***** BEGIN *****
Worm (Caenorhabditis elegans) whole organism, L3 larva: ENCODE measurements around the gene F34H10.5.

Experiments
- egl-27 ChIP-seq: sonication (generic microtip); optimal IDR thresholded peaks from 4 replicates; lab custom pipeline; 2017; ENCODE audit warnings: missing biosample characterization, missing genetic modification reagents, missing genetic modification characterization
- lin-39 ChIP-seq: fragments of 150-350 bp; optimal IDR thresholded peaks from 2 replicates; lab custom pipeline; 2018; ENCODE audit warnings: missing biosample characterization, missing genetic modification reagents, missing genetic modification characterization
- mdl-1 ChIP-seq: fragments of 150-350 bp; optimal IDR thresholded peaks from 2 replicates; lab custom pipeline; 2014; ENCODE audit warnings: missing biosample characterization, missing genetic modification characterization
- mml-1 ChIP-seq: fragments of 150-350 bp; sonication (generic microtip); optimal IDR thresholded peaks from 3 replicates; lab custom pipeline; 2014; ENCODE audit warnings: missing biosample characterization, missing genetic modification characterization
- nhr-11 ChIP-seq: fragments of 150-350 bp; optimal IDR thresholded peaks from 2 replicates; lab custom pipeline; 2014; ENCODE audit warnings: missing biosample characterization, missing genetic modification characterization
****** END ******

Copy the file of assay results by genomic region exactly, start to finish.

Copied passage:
Worm (Caenorhabditis elegans) whole organism, L3 larva: ENCODE measurements around the gene F34H10.5.

Experiments
- egl-27 ChIP-seq: sonication (generic microtip); optimal IDR thresholded peaks from 4 replicates; lab custom pipeline; 2017; ENCODE audit warnings: missing biosample characterization, missing genetic modification reagents, missing genetic modification characterization
- lin-39 ChIP-seq: fragments of 150-350 bp; optimal IDR thresholded peaks from 2 replicates; lab custom pipeline; 2018; ENCODE audit warnings: missing biosample characterization, missing genetic modification reagents, missing genetic modification characterization
- mdl-1 ChIP-seq: fragments of 150-350 bp; optimal IDR thresholded peaks from 2 replicates; lab custom pipeline; 2014; ENCODE audit warnings: missing biosample characterization, missing genetic modification characterization
- mml-1 ChIP-seq: fragments of 150-350 bp; sonication (generic microtip); optimal IDR thresholded peaks from 3 replicates; lab custom pipeline; 2014; ENCODE audit warnings: missing biosample characterization, missing genetic modification characterization
- nhr-11 ChIP-seq: fragments of 150-350 bp; optimal IDR thresholded peaks from 2 replicates; lab custom pipeline; 2014; ENCODE audit warnings: missing biosample characterization, missing genetic modification characterization